CASE Spotlight

The Addis Clinic connects physicians to frontline health workers, allowing for specialty care in the most remote and underserved areas.

In April, 9% of cases submitted to The Addis Clinic required consultations by infectious disease (ID) physicians.  The Addis Clinic is grateful to have two ID volunteers on our team, ready to take these cases as soon as they are allocated.

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A 22-year-old HIV positive woman presented to a local clinician in rural Kenya with complaint of a severely infected wound on her left foot that first appeared 3 weeks prior.  She reported a long history of rash and skin infections over the previous decade, though she did not possess records of her treatment history for either her HIV or chronic ulcerations.  The pain and drainage associated with the current wound kept her from walking, which was especially problematic because as a young widow with two children, it prevented her from meeting her responsibilities.  The Kenyan provider submitted the case using the The Addis Clinic’s Adult Referral template on the Collegium Telemedicus app, and the case went to an infectious disease physician volunteer for consultation.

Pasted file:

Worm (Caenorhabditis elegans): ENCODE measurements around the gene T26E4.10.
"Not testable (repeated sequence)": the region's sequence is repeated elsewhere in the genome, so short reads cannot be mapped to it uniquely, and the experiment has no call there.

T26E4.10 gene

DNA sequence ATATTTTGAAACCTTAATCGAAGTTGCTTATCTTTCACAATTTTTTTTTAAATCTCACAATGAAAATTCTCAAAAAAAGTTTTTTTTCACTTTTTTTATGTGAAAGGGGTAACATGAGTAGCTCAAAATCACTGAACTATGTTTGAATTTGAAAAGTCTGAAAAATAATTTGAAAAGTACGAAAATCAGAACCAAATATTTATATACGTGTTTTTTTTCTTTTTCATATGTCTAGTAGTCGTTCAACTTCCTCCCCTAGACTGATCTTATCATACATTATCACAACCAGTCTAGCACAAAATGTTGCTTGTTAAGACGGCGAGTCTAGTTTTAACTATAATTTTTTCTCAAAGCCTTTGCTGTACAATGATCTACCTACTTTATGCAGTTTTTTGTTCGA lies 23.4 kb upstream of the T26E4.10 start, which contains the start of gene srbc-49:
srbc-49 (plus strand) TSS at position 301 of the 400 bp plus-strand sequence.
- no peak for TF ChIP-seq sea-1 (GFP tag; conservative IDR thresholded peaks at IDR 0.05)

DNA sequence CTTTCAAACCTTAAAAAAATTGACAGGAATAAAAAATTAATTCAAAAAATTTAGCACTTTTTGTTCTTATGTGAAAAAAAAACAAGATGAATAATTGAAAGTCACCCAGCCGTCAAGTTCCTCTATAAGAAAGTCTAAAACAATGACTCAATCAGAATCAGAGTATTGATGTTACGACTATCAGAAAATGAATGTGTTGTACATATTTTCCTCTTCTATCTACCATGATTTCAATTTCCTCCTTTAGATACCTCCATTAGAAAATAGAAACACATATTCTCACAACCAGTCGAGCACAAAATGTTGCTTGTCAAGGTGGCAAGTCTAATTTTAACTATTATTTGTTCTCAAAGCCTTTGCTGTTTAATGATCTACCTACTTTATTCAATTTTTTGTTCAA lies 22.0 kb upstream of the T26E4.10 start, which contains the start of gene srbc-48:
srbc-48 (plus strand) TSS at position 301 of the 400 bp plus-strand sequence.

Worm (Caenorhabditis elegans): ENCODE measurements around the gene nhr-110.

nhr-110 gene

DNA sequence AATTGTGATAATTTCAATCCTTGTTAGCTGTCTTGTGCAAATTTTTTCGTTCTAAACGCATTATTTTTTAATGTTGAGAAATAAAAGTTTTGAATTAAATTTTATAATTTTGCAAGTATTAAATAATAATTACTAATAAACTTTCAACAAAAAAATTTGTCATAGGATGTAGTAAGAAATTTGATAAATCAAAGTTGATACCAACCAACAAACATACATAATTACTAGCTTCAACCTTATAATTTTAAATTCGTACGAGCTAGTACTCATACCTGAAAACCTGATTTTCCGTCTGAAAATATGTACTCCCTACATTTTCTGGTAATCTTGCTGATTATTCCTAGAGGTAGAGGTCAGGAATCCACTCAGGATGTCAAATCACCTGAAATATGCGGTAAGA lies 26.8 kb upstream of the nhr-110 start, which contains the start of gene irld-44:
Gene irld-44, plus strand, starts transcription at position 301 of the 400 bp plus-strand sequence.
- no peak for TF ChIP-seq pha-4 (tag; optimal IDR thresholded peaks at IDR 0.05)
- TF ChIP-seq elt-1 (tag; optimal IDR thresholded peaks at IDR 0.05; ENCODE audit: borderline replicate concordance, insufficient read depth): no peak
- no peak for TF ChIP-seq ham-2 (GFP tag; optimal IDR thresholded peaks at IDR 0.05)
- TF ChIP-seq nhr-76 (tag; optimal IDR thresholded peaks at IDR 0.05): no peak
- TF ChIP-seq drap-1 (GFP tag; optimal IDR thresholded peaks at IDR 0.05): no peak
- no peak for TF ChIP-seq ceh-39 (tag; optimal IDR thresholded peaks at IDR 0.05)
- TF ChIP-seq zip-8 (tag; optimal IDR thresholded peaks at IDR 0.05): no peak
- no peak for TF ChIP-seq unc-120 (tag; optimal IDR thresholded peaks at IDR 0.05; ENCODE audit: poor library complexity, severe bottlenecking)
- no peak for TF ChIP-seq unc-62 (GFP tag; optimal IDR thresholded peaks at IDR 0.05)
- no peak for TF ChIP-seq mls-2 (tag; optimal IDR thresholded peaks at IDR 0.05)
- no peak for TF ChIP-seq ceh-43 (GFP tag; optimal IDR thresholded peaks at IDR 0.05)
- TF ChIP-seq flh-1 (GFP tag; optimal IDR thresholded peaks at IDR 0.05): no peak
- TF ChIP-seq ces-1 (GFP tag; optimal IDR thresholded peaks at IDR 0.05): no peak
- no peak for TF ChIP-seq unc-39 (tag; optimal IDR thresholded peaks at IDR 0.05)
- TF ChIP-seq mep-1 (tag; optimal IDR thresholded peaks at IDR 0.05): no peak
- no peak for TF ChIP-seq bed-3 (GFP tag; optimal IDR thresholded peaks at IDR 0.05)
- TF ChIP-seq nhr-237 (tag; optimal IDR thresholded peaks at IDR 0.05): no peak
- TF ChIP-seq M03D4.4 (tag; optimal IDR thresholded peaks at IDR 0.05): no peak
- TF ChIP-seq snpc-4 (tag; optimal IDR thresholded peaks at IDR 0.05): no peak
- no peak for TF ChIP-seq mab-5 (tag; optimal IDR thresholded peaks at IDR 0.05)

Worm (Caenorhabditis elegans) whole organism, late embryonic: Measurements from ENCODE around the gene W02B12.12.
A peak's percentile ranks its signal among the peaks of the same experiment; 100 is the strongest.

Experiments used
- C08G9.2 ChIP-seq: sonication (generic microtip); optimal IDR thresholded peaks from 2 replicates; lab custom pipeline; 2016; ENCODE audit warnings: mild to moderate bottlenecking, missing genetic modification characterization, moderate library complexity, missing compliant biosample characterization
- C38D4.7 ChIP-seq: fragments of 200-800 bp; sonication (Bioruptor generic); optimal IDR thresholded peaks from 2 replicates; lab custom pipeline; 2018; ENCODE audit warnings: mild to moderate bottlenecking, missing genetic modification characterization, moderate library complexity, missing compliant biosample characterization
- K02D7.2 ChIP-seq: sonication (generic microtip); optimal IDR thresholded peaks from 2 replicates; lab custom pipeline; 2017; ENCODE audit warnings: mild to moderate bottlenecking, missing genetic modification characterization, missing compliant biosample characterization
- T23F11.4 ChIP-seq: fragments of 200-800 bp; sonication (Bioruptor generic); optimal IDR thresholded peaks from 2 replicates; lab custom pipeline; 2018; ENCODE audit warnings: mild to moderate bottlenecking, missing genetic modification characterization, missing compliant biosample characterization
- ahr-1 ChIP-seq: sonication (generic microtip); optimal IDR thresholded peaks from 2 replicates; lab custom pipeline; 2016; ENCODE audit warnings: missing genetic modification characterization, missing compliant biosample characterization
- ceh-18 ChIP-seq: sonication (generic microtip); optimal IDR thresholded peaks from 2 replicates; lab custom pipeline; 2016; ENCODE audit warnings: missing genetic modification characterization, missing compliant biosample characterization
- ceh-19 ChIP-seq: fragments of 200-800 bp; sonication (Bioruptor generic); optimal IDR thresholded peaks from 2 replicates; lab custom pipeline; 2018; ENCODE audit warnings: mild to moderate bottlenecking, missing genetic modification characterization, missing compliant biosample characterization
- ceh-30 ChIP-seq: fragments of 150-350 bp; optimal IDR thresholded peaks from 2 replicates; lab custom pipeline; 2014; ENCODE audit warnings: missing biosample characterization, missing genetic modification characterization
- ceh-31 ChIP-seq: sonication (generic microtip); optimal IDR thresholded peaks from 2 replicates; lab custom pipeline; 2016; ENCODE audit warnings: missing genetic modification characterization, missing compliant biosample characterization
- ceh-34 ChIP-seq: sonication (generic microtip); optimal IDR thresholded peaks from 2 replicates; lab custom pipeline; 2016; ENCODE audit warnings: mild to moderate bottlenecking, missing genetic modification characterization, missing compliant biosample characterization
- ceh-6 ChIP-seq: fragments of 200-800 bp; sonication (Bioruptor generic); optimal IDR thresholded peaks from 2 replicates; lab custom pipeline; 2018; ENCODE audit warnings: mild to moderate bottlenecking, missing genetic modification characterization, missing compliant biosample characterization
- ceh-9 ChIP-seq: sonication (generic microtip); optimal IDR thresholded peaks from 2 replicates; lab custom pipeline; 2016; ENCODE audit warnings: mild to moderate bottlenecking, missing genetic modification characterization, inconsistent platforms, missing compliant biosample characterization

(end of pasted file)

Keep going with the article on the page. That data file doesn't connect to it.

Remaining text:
The ID volunteer quickly responded that given the acute nature of the wound, it appeared to be a likely bacterial infection with staph or strep, and he recommended specific antibiotic treatment for at least 14 days.  Additionally, he recommended that given the patient’s history of chronic ulcers, the African clinician should also consider leishmaniasis, buruli ulcers, TB, and maybe even cutaneous anthrax, diphtheria as potential causes.  The health worker took the physician’s advice and immediately started the patient on both an oral and IV antibiotic.  Four days after the consultation, the health worker reported back that the patient was able to walk unassisted, which was a marked improvement in her condition.

The patient will continue to require aggressive wound care, as well as further testing to determine the cause of her chronic ulcers.  However, today she is mobile and infection free in great part due to The Addis Clinic connecting a passionate frontline health worker with a generous physician volunteer.